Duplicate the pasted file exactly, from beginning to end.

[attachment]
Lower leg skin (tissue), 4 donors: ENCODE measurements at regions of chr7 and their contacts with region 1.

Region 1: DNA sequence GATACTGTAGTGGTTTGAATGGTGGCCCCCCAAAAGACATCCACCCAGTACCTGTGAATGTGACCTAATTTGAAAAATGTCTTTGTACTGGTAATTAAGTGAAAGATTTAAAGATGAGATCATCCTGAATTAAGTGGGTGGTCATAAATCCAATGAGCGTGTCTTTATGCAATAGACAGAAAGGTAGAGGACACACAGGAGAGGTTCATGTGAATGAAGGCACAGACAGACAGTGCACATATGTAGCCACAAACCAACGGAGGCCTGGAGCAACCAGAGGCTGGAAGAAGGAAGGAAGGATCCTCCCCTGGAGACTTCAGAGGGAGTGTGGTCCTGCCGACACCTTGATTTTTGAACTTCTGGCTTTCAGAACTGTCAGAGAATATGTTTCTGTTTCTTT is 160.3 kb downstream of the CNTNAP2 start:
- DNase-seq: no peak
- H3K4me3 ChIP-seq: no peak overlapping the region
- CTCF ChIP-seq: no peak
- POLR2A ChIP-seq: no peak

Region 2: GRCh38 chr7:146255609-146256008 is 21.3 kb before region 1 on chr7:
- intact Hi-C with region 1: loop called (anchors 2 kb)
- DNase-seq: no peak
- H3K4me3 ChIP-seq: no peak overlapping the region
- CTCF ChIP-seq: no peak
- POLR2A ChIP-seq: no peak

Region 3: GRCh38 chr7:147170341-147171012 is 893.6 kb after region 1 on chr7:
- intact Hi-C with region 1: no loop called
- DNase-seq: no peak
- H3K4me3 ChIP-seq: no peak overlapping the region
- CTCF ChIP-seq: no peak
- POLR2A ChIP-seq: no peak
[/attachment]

Lower leg skin (tissue), 4 donors: ENCODE measurements at regions of chr7 and their contacts with region 1.

Region 1: DNA sequence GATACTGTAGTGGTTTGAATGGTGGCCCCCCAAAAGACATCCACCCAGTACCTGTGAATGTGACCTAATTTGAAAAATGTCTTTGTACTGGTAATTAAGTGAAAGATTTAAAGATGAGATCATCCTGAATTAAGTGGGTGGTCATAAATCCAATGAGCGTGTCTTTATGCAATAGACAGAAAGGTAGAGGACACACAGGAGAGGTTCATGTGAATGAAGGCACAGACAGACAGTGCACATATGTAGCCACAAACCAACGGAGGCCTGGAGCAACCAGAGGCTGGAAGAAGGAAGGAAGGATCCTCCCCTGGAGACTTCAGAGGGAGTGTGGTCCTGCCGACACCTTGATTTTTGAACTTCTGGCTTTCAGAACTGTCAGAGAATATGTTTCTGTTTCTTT is 160.3 kb downstream of the CNTNAP2 start:
- DNase-seq: no peak
- H3K4me3 ChIP-seq: no peak overlapping the region
- CTCF ChIP-seq: no peak
- POLR2A ChIP-seq: no peak

Region 2: GRCh38 chr7:146255609-146256008 is 21.3 kb before region 1 on chr7:
- intact Hi-C with region 1: loop called (anchors 2 kb)
- DNase-seq: no peak
- H3K4me3 ChIP-seq: no peak overlapping the region
- CTCF ChIP-seq: no peak
- POLR2A ChIP-seq: no peak

Region 3: GRCh38 chr7:147170341-147171012 is 893.6 kb after region 1 on chr7:
- intact Hi-C with region 1: no loop called
- DNase-seq: no peak
- H3K4me3 ChIP-seq: no peak overlapping the region
- CTCF ChIP-seq: no peak
- POLR2A ChIP-seq: no peak